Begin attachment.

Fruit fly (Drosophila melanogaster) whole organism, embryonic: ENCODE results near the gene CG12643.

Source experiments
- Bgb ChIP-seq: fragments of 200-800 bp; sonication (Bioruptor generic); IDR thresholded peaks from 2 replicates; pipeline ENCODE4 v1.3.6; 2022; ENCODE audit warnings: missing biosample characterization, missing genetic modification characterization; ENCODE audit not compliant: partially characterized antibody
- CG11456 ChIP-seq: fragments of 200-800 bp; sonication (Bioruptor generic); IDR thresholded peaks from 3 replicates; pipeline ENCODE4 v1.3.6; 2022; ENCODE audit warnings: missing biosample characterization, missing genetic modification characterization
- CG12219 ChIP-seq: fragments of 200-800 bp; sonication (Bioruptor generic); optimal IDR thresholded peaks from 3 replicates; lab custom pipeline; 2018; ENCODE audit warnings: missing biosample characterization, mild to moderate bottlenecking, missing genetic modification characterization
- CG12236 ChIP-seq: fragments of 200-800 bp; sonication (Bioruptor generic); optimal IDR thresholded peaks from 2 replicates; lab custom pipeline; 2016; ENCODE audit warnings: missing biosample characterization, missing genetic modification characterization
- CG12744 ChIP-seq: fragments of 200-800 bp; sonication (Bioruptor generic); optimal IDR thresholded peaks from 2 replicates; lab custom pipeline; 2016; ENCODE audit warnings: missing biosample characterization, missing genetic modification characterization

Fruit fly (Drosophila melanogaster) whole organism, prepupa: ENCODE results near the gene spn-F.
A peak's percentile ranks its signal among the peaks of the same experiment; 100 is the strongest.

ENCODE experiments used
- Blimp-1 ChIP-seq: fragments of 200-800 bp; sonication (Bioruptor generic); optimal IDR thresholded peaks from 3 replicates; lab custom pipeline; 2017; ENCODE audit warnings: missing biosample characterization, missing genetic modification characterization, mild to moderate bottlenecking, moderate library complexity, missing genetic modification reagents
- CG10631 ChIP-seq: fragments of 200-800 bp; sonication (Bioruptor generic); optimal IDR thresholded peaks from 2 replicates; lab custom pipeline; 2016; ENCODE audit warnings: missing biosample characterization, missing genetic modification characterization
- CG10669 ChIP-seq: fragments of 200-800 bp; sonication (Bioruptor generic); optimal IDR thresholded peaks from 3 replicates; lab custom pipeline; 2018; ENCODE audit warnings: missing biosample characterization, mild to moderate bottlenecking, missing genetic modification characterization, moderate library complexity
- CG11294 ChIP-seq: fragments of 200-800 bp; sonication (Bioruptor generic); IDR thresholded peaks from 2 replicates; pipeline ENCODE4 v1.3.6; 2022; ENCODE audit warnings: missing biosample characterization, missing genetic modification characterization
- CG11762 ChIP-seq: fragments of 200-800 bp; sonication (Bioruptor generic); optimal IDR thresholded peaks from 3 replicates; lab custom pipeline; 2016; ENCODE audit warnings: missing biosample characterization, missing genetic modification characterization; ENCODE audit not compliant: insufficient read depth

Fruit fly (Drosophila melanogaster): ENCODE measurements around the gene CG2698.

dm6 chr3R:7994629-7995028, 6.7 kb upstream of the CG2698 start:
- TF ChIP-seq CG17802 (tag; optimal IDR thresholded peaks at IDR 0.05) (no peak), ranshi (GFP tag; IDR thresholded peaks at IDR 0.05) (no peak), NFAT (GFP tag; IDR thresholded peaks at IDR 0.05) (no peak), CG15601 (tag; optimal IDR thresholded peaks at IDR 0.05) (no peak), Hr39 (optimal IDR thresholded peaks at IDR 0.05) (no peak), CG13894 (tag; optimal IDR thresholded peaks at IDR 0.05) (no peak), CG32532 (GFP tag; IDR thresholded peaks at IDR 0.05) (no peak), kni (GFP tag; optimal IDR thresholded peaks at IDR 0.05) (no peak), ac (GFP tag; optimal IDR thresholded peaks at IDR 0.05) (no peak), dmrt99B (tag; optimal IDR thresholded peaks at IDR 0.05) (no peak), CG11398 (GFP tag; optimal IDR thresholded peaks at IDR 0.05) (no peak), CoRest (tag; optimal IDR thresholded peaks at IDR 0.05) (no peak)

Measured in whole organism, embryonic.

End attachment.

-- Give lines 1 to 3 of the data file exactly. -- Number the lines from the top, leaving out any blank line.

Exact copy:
Fruit fly (Drosophila melanogaster) whole organism, embryonic: ENCODE results near the gene CG12643.

Source experiments
- Bgb ChIP-seq: fragments of 200-800 bp; sonication (Bioruptor generic); IDR thresholded peaks from 2 replicates; pipeline ENCODE4 v1.3.6; 2022; ENCODE audit warnings: missing biosample characterization, missing genetic modification characterization; ENCODE audit not compliant: partially characterized antibody